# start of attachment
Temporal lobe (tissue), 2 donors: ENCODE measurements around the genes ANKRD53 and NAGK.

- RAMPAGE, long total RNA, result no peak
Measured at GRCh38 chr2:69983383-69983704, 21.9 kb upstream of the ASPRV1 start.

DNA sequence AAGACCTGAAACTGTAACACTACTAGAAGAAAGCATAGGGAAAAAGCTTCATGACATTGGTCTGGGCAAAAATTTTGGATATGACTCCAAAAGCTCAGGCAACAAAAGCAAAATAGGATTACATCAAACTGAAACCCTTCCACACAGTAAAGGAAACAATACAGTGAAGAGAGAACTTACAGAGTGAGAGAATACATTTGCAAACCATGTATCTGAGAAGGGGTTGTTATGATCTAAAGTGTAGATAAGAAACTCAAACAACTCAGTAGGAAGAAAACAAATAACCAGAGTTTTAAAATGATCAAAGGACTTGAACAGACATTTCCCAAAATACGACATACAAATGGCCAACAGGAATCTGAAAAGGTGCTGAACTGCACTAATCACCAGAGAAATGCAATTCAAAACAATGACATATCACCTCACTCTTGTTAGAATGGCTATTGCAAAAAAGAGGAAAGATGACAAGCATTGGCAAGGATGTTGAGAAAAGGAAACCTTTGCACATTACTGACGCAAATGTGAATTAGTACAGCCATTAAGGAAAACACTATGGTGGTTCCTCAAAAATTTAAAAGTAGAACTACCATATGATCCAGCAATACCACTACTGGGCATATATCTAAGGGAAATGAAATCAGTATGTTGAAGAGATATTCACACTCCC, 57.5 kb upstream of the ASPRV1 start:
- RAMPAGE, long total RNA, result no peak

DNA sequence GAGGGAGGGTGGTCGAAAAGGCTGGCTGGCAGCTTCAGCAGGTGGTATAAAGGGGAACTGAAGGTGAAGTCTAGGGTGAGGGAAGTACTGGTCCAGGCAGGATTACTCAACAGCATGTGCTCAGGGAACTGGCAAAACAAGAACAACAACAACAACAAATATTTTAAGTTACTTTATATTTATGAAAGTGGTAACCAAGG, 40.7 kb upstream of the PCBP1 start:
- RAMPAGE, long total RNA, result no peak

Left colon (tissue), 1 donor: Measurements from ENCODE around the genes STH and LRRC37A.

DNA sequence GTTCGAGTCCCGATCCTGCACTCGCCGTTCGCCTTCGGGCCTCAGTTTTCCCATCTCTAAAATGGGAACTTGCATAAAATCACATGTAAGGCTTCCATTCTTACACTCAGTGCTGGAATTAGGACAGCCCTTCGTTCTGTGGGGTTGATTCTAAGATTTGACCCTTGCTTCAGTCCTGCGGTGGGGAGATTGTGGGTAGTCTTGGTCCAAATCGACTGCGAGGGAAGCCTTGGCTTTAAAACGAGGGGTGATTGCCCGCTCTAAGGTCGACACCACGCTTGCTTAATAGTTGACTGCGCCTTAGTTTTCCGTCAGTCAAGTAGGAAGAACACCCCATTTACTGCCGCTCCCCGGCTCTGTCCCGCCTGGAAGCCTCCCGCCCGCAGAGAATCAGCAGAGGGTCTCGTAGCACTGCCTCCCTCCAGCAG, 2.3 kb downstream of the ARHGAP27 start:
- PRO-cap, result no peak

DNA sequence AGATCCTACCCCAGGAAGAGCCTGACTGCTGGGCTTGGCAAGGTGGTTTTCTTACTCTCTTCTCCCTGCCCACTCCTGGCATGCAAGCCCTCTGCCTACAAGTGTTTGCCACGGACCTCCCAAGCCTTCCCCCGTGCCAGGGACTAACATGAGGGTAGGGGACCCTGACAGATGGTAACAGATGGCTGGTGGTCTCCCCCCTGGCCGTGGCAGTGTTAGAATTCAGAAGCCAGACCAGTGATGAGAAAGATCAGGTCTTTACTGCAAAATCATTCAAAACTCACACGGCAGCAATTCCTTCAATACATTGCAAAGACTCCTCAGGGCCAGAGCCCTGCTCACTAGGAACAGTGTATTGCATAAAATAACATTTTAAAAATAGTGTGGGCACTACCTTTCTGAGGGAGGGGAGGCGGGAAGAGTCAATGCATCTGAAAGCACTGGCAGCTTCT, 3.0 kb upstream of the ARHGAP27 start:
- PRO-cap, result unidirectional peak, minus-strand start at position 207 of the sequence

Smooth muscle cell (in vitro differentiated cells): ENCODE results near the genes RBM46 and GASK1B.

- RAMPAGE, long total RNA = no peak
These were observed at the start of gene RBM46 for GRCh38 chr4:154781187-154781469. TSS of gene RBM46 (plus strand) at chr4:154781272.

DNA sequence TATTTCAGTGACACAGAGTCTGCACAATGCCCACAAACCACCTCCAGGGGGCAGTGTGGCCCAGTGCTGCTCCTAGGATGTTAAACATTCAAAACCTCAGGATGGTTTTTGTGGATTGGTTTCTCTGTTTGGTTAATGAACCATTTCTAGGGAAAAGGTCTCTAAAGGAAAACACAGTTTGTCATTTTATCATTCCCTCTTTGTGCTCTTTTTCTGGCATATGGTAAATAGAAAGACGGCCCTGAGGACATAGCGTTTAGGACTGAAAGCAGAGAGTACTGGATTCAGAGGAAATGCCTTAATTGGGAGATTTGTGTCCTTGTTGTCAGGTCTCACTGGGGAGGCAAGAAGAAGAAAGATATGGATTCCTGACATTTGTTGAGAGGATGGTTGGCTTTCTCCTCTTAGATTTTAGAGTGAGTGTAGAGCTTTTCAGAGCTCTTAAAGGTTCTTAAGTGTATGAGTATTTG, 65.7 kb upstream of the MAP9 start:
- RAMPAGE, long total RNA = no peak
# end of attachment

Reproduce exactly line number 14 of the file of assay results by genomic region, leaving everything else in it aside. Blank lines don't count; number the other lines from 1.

- RAMPAGE, long total RNA = no peak